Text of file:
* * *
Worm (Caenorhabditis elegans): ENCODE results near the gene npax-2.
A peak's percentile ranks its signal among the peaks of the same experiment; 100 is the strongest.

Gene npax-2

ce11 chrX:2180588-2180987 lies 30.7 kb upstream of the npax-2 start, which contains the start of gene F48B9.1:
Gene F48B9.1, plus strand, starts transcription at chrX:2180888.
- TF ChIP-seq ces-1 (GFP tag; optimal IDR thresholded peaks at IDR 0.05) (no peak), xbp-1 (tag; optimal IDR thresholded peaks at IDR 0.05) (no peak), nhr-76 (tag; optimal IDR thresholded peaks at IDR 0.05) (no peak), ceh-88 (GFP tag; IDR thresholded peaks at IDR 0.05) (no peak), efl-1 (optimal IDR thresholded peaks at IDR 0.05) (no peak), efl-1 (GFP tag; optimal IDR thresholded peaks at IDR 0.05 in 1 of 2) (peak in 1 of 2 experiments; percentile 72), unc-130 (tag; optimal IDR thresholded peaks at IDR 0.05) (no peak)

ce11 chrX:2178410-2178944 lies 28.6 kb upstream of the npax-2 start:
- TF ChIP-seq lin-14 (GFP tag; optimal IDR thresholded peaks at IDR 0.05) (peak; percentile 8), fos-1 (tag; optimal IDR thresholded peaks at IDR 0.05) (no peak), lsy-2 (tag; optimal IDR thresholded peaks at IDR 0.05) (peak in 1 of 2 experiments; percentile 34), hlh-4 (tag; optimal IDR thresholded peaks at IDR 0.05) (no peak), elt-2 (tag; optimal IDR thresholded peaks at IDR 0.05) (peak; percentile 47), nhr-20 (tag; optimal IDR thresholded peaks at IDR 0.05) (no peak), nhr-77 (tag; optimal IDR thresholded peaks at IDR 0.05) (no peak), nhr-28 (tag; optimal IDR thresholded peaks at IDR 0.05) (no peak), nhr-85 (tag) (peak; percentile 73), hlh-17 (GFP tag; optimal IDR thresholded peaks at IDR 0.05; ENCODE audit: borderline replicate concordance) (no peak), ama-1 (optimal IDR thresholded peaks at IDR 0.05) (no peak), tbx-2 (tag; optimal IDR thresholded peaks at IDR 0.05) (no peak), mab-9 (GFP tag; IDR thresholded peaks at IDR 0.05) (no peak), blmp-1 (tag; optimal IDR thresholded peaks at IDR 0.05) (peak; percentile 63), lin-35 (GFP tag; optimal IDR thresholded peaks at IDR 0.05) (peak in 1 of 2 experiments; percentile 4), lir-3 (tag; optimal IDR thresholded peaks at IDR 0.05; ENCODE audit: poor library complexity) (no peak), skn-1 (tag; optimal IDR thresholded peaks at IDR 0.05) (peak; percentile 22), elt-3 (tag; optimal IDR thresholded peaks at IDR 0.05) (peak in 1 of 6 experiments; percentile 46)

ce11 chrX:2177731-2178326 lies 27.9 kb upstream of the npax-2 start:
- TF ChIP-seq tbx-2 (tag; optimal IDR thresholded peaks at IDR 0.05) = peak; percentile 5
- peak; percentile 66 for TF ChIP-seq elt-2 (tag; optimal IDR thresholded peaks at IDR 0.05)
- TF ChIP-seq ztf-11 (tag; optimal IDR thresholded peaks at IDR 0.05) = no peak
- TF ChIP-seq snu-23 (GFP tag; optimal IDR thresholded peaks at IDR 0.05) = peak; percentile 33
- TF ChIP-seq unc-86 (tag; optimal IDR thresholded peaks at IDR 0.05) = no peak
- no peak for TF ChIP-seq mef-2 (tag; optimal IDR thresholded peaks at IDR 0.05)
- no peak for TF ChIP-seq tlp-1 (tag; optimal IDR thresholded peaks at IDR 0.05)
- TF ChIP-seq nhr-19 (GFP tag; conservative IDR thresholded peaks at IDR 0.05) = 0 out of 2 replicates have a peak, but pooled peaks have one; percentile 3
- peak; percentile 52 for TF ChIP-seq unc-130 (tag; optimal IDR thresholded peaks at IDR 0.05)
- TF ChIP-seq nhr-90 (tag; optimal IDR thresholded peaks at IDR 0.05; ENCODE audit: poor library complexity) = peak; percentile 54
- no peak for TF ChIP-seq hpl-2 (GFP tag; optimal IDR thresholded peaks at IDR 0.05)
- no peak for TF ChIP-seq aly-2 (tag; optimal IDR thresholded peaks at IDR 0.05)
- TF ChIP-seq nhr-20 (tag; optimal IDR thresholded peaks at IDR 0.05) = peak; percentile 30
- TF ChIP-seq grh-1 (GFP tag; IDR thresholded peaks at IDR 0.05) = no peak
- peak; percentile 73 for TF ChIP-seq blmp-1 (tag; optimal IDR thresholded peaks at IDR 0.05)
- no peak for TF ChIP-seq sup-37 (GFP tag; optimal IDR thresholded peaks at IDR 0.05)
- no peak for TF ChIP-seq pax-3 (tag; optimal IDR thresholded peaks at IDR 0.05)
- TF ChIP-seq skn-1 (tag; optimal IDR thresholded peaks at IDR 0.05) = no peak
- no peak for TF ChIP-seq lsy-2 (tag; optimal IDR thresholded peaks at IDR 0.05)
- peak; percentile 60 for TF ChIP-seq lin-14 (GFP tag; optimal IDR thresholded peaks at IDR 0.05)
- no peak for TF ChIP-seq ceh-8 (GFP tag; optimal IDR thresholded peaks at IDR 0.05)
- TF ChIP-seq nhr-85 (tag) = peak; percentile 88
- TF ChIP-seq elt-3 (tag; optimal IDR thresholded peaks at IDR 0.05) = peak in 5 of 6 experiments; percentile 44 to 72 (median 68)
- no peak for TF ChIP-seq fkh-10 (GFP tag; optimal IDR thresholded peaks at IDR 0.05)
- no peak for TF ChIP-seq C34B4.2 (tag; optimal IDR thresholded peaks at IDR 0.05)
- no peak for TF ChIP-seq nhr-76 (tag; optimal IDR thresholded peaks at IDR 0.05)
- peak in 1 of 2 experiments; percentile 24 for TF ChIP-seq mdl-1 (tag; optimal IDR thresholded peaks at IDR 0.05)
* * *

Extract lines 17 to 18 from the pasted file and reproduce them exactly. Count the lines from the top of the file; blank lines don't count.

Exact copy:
- TF ChIP-seq nhr-19 (GFP tag; conservative IDR thresholded peaks at IDR 0.05) = 0 out of 2 replicates have a peak, but pooled peaks have one; percentile 3
- peak; percentile 52 for TF ChIP-seq unc-130 (tag; optimal IDR thresholded peaks at IDR 0.05)